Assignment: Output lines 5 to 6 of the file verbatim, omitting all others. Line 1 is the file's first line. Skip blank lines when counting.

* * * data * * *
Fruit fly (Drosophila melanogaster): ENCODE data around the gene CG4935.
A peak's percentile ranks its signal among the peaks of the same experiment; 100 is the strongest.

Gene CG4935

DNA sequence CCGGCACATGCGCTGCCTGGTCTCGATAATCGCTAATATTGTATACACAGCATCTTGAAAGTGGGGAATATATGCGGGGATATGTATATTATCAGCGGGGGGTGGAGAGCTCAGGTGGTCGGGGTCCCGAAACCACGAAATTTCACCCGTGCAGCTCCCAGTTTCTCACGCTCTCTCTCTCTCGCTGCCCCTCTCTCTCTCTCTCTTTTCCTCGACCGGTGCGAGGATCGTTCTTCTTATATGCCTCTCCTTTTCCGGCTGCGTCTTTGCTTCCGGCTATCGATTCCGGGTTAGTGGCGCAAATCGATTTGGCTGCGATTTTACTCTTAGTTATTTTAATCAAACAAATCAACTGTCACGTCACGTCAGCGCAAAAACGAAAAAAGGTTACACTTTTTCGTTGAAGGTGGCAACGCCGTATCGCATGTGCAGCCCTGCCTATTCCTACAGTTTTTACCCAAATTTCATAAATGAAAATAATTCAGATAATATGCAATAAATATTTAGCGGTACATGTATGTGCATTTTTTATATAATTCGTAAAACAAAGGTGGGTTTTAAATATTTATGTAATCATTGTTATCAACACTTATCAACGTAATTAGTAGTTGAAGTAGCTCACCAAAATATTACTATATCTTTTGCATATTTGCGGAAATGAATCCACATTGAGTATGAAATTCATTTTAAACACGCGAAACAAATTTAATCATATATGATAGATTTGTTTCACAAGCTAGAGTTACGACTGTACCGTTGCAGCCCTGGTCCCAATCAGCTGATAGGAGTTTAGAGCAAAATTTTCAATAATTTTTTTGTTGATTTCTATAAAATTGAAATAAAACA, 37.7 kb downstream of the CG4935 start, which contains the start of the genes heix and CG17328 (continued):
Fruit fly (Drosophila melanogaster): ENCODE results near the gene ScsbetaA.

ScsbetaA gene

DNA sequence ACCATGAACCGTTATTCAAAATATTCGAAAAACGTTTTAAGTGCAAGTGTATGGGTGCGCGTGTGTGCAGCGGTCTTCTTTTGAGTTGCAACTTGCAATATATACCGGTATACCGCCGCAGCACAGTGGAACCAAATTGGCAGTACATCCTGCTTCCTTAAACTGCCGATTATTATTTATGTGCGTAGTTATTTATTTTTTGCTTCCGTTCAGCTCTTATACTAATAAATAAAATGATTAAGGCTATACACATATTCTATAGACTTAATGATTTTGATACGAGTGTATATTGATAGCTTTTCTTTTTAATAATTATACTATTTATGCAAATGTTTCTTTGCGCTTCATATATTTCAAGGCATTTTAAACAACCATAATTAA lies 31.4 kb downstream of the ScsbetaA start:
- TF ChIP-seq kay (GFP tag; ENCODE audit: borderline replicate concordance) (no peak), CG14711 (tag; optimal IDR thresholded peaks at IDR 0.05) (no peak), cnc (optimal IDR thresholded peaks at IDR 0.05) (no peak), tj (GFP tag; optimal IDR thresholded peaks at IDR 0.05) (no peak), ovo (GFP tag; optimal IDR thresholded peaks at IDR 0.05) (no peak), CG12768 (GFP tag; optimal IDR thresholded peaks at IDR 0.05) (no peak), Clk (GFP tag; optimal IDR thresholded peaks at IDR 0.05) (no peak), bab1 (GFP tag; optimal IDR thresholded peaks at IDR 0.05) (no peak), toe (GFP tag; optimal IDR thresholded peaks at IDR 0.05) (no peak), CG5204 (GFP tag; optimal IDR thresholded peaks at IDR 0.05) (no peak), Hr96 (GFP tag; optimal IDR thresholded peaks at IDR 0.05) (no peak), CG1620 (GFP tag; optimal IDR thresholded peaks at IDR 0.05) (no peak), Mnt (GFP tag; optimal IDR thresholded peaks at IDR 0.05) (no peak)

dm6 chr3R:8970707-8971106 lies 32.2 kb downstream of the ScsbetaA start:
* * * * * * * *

Fruit fly (Drosophila melanogaster): ENCODE results near the gene ScsbetaA.

ScsbetaA gene